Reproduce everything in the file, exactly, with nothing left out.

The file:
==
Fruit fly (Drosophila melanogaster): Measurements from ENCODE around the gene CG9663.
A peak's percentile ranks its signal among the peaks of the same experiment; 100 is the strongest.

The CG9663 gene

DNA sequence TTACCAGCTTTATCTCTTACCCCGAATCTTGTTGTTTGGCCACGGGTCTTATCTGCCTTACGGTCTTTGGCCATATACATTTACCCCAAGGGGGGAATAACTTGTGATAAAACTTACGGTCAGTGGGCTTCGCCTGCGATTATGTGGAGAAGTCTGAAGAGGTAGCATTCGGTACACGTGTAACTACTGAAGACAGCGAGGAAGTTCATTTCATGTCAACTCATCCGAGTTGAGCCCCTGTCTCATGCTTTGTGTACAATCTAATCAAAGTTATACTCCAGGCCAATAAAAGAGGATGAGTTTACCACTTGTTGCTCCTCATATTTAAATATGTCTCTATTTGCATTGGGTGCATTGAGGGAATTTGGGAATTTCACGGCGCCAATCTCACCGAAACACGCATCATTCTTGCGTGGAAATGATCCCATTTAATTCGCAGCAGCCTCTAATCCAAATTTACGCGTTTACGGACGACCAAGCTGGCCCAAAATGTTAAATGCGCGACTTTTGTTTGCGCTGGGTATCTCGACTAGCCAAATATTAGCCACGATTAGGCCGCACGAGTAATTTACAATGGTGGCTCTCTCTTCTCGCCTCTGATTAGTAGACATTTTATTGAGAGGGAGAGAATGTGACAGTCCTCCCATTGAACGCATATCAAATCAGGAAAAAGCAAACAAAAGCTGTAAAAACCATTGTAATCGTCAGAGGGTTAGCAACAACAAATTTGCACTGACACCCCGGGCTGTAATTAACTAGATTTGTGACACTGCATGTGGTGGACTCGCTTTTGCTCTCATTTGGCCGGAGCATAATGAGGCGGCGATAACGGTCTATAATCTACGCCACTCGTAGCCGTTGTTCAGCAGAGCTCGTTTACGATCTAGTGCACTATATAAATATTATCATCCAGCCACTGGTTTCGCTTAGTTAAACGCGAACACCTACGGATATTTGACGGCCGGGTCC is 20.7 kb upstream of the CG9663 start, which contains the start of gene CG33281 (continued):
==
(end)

Fruit fly (Drosophila melanogaster): Measurements from ENCODE around the gene CG9663.
A peak's percentile ranks its signal among the peaks of the same experiment; 100 is the strongest.

The CG9663 gene

DNA sequence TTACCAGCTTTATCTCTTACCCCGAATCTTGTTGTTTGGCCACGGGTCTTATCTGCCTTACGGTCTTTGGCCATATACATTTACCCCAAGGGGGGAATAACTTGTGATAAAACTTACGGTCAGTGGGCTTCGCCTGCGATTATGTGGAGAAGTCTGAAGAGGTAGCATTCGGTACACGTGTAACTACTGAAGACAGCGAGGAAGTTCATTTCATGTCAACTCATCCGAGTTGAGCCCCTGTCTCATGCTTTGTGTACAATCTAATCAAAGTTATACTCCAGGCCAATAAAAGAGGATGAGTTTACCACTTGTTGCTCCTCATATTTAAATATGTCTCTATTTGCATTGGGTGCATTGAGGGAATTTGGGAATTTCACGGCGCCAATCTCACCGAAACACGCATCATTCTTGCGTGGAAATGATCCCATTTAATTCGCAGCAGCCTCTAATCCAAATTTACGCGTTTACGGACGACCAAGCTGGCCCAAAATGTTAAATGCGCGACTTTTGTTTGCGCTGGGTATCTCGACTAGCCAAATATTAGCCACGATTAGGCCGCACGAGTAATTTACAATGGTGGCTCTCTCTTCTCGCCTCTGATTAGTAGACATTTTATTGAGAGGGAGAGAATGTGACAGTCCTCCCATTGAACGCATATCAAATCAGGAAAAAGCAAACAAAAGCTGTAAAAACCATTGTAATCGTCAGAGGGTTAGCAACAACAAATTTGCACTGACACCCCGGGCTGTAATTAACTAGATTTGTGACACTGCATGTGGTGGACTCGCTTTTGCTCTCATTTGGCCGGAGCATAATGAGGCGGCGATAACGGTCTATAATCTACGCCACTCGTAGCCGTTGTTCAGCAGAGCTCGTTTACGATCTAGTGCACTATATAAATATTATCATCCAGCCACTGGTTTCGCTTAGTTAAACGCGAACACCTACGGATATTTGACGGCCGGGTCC is 20.7 kb upstream of the CG9663 start, which contains the start of gene CG33281 (continued):